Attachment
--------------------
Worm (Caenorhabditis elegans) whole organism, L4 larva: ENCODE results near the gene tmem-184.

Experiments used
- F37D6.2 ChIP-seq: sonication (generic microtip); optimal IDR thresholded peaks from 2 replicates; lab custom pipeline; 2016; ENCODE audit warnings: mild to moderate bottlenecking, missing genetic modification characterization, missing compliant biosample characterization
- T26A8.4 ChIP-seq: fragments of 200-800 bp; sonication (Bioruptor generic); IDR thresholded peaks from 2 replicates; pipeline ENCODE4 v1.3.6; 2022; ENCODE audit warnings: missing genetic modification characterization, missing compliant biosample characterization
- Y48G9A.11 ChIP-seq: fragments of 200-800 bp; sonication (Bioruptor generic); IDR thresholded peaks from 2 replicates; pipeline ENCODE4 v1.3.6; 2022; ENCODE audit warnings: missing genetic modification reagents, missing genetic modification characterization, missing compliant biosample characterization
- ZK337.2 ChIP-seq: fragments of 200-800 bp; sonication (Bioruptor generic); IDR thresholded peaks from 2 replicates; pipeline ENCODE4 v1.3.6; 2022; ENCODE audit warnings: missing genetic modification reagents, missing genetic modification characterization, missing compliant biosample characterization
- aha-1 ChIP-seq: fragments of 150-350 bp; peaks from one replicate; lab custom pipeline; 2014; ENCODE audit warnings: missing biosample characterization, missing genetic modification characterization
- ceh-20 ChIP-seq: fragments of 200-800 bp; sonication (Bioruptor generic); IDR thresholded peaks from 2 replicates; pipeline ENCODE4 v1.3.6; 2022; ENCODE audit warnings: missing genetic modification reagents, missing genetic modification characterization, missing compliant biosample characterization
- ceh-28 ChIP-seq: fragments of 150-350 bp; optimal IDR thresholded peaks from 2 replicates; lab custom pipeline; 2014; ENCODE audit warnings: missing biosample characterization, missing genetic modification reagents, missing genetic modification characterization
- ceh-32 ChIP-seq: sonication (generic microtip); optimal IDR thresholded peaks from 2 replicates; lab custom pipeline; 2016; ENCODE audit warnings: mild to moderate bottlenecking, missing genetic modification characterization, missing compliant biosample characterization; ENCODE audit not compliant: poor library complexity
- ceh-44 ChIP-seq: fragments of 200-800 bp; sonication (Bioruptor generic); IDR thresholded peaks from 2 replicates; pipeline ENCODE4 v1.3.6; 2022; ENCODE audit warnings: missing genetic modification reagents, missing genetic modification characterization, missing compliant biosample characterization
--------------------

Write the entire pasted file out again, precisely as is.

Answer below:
Worm (Caenorhabditis elegans) whole organism, L4 larva: ENCODE results near the gene tmem-184.

Experiments used
- F37D6.2 ChIP-seq: sonication (generic microtip); optimal IDR thresholded peaks from 2 replicates; lab custom pipeline; 2016; ENCODE audit warnings: mild to moderate bottlenecking, missing genetic modification characterization, missing compliant biosample characterization
- T26A8.4 ChIP-seq: fragments of 200-800 bp; sonication (Bioruptor generic); IDR thresholded peaks from 2 replicates; pipeline ENCODE4 v1.3.6; 2022; ENCODE audit warnings: missing genetic modification characterization, missing compliant biosample characterization
- Y48G9A.11 ChIP-seq: fragments of 200-800 bp; sonication (Bioruptor generic); IDR thresholded peaks from 2 replicates; pipeline ENCODE4 v1.3.6; 2022; ENCODE audit warnings: missing genetic modification reagents, missing genetic modification characterization, missing compliant biosample characterization
- ZK337.2 ChIP-seq: fragments of 200-800 bp; sonication (Bioruptor generic); IDR thresholded peaks from 2 replicates; pipeline ENCODE4 v1.3.6; 2022; ENCODE audit warnings: missing genetic modification reagents, missing genetic modification characterization, missing compliant biosample characterization
- aha-1 ChIP-seq: fragments of 150-350 bp; peaks from one replicate; lab custom pipeline; 2014; ENCODE audit warnings: missing biosample characterization, missing genetic modification characterization
- ceh-20 ChIP-seq: fragments of 200-800 bp; sonication (Bioruptor generic); IDR thresholded peaks from 2 replicates; pipeline ENCODE4 v1.3.6; 2022; ENCODE audit warnings: missing genetic modification reagents, missing genetic modification characterization, missing compliant biosample characterization
- ceh-28 ChIP-seq: fragments of 150-350 bp; optimal IDR thresholded peaks from 2 replicates; lab custom pipeline; 2014; ENCODE audit warnings: missing biosample characterization, missing genetic modification reagents, missing genetic modification characterization
- ceh-32 ChIP-seq: sonication (generic microtip); optimal IDR thresholded peaks from 2 replicates; lab custom pipeline; 2016; ENCODE audit warnings: mild to moderate bottlenecking, missing genetic modification characterization, missing compliant biosample characterization; ENCODE audit not compliant: poor library complexity
- ceh-44 ChIP-seq: fragments of 200-800 bp; sonication (Bioruptor generic); IDR thresholded peaks from 2 replicates; pipeline ENCODE4 v1.3.6; 2022; ENCODE audit warnings: missing genetic modification reagents, missing genetic modification characterization, missing compliant biosample characterization